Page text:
After confronting the evil King Ahab, we see in 1 Kings 19 that Elijah is now running for his life, frightened by the threats of Ahab’s wife Jezebel. These spoken words of threat affected and interrupted his ability to focus on God. We read in Isaiah 26:3 ‘You will keep in perfect peace those whose minds are steadfast, because they trust in you’. In losing focus on God, Elijah lost his peace. The significant distress he experienced impacted his ability to do anything for himself, even the ability to take basic self-care, and he just wanted to die.
Yet, as the story continues, we see God providing for his physical needs, speaking to him, and giving him direction. Elijah losing the ability to trust in God’s protection did not mean that God stopped protecting him. One aspect of the Elijah story was that he heard God in a whisper. How are we making space to hear God today?
When we read the account of his depression, we see that Elijah responded in a very human way. Can we learn something about ourselves that enables us to see the humanity in others when faced with our own faith failures? Believers in Christ need to proactively endeavour to gain awareness, knowledge and understanding on how to recognise - in others and ourselves - signs of trauma, anxiety, distress; that ‘it is ok not to be ok’; and to respond graciously and compassionately.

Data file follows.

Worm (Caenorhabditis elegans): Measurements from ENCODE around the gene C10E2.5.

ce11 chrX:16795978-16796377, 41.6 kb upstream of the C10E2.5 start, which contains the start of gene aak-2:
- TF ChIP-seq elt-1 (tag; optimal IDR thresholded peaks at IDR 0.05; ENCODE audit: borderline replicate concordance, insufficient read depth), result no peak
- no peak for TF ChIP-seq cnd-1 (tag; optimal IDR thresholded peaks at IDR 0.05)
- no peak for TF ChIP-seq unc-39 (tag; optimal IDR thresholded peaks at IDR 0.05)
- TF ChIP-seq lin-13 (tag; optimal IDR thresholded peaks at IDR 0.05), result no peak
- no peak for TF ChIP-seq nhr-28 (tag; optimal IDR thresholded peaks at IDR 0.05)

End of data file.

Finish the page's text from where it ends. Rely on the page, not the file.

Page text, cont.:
Like Elijah, we will face problems, trials and difficult situations, all of which test our faith. When our faith is tested, is it our tendency to lose our focus on God, or to lean into him? The pandemic, its threats and impact on life as we are experiencing it, has been one of those trials in our time. It has tested our faith, our sense of strength, our sense of security. Covid-19 has brought loss and people are grieving and angry. It is very easy for that anger to manifest itself as bitterness and resentment, and result in blaming and complaining. Yet a wrong focus will affect our capacity to function, to love, to extend grace and show patience towards others and ourselves. How can we retain our focus on God in a time of trial?